This just in: Stem cell research is a go

In a decision rendered just hours before we put our May issue to bed, the U.S. Court of Appeals for the District of Columbia crowned the Obama Administration the victor in an ongoing debate over whether the U.S. government should help fund research that involves the destruction of embryos. Read on for the latest in the controversial Sherley v. Sebelius case.

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April 29 was an exciting day to be in the news business, asthe world watched a highly anticipated royal wedding, and an appeals courtrendered a verdict in a controversial case invoking the question of whether theUnited States federal government should provide funding to researchers engagedin human embryonic stem cell (hESC) research.
The latter announcement is obviously of more interest to ourreaders, and follows nearly a year's worth of coverage of the Sherley, et al., v. Sebelius, et al.,case in ddn's various news vehicles.While it involved no Cartier tiaras or curtsies, the U.S. Court of Appeals forthe District of Columbia's ruling crowned the Obama Administration the victorin an ongoing debate over whether the U.S. government should help fund researchthat involves the destruction of embryos—which the plaintiffs in the caseargued is a violation of congressional spending laws.
Specifically, the lead plaintiffs in the case—adult stemcell researchers Dr. James L. Sherley, a biological engineer at BostonBiomedical Research Institute, and Dr. Theresa Deisher, research anddevelopment director at AVM Biotechnology LLC in Seattle—alleged that an ordersigned last year by President Barack Obama which lifted a ban on federalfunding for hESC research violates the Dickey-Wicker Amendment, a law thatprohibits the U.S. Department of Health and Human Services (HHS) from usingappropriated funds for the creation of human embryos for research purposes, orfor research in which human embryos are destroyed.
The plaintiffs further arguesthat Obama's order has intensified competition for the limited governmentdollars, making it more difficult for them to get funding for their own work.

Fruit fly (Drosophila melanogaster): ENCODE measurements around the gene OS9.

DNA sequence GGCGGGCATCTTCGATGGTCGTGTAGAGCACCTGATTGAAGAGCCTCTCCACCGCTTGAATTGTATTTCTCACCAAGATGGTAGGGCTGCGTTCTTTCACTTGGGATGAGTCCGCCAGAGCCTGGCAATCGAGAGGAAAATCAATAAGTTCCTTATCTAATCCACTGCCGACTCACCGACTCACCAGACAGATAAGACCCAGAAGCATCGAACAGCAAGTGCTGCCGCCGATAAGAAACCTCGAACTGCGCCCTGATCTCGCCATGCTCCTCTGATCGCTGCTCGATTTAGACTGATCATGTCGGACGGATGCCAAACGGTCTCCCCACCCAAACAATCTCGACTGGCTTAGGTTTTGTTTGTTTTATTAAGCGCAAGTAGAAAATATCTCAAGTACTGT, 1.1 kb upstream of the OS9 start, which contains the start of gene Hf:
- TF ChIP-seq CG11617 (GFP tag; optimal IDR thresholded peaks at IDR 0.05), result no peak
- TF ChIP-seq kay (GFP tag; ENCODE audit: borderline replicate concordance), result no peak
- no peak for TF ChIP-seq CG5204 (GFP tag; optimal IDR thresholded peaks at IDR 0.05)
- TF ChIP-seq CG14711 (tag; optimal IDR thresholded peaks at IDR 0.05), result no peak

Last August, federal district judge Royce Lamberth, findingmerit in these arguments, temporarily brought federal funding forembryo-destructive research to a halt. A month later, the U.S. Court of Appealstemporarily suspended Lamberth's injunction until the case could be decided.
The most recent decision—which hit newswires just as we putthis issue to bed—reversed Lamberth's ruling, saying it would impose asubstantial hardship on stem cell researchers who have multi-year projects alreadyunderway. The court's 2-1 decision also found that the funding of hESC researchis permissible under Dickey-Wicker, as Congress has renewed the amendment everyyear with the knowledge that it funds such research.
The White House reacted swiftly to the decision: "Today'sruling is a victory for our scientists and patients around the world who standto benefit from the groundbreaking medical research they're pursuing,"said Nicholas Papas, a White House spokesman.
But while the court's decision green-lights once again theuse of federal tax dollars for hESC research, it may not be the last word inthis contentious debate, as the plaintiffs in the case can both continue theiroriginal case before Lamberth as well as appeal this ruling to the full appealscourt or to the U.S. Supreme Court.
Over the summer, in our July, August and September issues, ddn will be taking a closer look at thehistory of stem cell research, which side researchers and the non-scientificpublic fall on in this debate and the discoveries being made by companiesengaged in hESC research. We will, of course, continue to follow this case, inour special reports as well as on our 24-7 website,,and our blog, We hope you will both enjoy ourin-depth coverage and contribute to the conversations that will ultimatelyresult from the impact of the court's decision.

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